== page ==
Electric Kool-Aid?

I am an absolute hobbyist when it comes to energy policy. I know even less about energy generation and distribution. But being in the US during this election year is interesting, because energy is one of the big topics. Germany has the same problem of course, but it seems more acute here in the US.

One of the biggest problems (beside how to power all the air conditioners) is the vast distances, and the fact that 70% of all Americans now live in a suburban environment. That means that every American family member over the age of 16 expects to have access to a car. It’s all about private transportation, and putting a couple of buses out on the street is not going to fix the problem.

T. Boone Pickens, former oil man, take-over investor, and current hedge fund manager is aggressively pitching The Pickens Plan. He proposes building wind farms to create energy that would be used to generate power for homes and businesses. This would free up the natural gas that is currently being used at powerplants, and use it for consumption in cars. All this would give the United States a period in which to develop alternative energy sources. Of course, natural gas is not a renewable resource, but Pickens argues that it is cheaper and local, and subsequently a viable alternative to oil for the US. His website site does a pretty voter-friendly job of describing it. It’s a little unclear at times whether he’s identifying a solution to a national problem, or a business opportuntity, but I imagine to a man like T. Boone Pickens the perfect solution is both.

Andy Grove, the man who built Intel, has also put his hat in the ring. In a conversation with Bloomberg yesterday, he summarized his commitment toward electric cars. Note the rather urgent tone he’s adopting – he believes that the battle for resources might drive us to war or cause us to starve, and that we need to act now. I’m surprised he failed to mention Shai Agassi’s Project Better Place, but it seems Grove is supporting teams from Silicon Valley.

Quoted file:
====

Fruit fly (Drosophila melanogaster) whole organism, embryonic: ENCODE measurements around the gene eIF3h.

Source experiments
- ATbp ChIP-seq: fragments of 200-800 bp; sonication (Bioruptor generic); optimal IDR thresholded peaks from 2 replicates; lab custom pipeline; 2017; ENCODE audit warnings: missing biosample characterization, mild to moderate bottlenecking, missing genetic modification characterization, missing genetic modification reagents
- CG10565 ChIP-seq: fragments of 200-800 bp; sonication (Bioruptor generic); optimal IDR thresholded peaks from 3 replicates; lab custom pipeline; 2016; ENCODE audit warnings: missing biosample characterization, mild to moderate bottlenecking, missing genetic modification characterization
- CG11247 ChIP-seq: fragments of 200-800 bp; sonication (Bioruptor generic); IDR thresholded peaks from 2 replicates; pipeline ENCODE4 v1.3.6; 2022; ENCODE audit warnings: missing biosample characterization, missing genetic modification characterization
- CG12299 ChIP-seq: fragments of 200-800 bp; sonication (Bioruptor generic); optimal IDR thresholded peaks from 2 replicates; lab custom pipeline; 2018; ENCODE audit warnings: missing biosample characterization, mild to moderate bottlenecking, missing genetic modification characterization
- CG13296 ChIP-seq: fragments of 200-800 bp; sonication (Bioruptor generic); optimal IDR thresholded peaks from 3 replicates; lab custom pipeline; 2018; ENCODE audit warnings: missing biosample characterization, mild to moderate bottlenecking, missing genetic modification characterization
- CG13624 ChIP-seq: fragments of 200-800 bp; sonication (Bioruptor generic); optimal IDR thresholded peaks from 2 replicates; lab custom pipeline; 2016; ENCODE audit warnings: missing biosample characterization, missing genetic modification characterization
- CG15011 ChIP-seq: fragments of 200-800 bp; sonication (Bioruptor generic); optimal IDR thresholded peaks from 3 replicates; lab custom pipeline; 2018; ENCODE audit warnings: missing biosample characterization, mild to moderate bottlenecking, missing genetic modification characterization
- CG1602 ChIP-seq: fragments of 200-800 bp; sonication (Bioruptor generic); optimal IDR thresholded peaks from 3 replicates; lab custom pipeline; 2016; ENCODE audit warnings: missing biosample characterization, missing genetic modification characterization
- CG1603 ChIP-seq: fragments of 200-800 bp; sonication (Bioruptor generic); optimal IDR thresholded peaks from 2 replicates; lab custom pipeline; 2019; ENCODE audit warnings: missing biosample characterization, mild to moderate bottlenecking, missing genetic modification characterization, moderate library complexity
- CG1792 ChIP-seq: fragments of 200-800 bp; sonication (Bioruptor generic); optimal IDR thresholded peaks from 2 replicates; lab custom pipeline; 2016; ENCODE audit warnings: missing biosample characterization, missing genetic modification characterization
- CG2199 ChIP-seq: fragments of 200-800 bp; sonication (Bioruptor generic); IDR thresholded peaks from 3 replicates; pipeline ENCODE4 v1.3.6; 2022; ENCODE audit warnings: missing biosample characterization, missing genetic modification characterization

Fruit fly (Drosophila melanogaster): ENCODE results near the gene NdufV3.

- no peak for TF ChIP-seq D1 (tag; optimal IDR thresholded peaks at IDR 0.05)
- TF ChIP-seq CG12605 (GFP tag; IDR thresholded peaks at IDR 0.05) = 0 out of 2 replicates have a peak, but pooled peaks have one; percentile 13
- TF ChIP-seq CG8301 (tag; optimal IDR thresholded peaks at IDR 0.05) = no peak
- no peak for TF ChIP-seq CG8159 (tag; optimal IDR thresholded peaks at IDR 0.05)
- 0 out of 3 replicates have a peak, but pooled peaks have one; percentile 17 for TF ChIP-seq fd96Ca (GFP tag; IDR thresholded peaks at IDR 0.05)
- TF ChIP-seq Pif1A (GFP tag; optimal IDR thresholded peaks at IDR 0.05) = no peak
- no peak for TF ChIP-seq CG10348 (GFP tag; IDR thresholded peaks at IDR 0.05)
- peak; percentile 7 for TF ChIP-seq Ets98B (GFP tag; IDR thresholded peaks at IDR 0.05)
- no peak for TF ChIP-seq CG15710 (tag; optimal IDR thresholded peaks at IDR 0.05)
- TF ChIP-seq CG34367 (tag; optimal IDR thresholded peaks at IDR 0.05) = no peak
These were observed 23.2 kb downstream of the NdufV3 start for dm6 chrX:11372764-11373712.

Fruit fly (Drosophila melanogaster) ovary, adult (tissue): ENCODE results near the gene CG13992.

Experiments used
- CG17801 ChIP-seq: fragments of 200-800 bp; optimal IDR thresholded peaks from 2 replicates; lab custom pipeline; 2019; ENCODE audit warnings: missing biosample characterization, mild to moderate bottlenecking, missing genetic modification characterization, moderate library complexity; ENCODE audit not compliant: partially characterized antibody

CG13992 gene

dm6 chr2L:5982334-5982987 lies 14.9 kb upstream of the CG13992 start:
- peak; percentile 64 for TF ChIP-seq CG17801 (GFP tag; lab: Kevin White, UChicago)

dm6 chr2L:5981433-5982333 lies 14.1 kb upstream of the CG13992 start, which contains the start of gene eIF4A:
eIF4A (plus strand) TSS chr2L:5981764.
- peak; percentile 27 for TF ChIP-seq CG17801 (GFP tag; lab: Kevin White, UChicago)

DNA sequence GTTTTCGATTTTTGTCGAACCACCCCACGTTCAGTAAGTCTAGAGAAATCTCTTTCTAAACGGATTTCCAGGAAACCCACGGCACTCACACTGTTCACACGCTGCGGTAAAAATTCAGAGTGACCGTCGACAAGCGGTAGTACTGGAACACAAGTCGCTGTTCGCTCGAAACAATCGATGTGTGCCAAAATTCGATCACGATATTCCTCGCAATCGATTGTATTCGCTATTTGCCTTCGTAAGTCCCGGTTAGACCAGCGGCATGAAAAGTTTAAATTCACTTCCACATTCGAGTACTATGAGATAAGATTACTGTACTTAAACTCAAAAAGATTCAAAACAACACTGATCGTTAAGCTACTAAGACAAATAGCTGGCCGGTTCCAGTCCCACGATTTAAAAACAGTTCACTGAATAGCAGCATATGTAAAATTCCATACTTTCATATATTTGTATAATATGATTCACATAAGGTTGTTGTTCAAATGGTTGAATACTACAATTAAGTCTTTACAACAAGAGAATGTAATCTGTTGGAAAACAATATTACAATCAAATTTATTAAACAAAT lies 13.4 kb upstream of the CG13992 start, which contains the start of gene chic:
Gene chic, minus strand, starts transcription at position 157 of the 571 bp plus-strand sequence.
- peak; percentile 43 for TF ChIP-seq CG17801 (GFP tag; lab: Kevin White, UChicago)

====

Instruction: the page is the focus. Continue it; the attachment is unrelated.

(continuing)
Interestingly, both Pickens and Grove consider the reduction of green house gases and the inherent climate change a secondary mission. Their primary concern is keeping the economy from collapsing.

I think the electric car has a big chance in the US. Americans like cars, and they like technology. It just needs to be reliable. More importantly, they need to agree quickly on standards. If every car/company/distributor is going to have a different kind of battery/charger/voltage then electric transportation will wither on the vine.

But when I think about Germany, one thing is obvious when comparing it to the United States: Only in America could private men like T. Boone Pickens or Andy Grove pick up the slack and drive the national agenda. In Germany everyone expects everything to come down from the government, and people fundamentally mistrust anything else. It is clear that Amercan dependancy on foreign oil, and the lack of an alternative strategy for power and transportation, is due to weak leadership. Well, if the government won’t do it, people will. I don’t believe Pickens and Grove came up with these ideas out of the blue. I’m sure scientists and activists laid a lot of the groundwork for them, but they have the civic pride and courage to stand up and do something about the problem they see. I wish we had these kinds of people in Germany.

One comment

  1. Josh Maxwell said:
    2008/07/23
    14:00

    Hi there,

    I looked over your blog and it looks really good. Do you ever do link exchanges on your blog roll? If you do, I’d like to exchange links with you.

    Let me know if you’re interested.

    Thanks..

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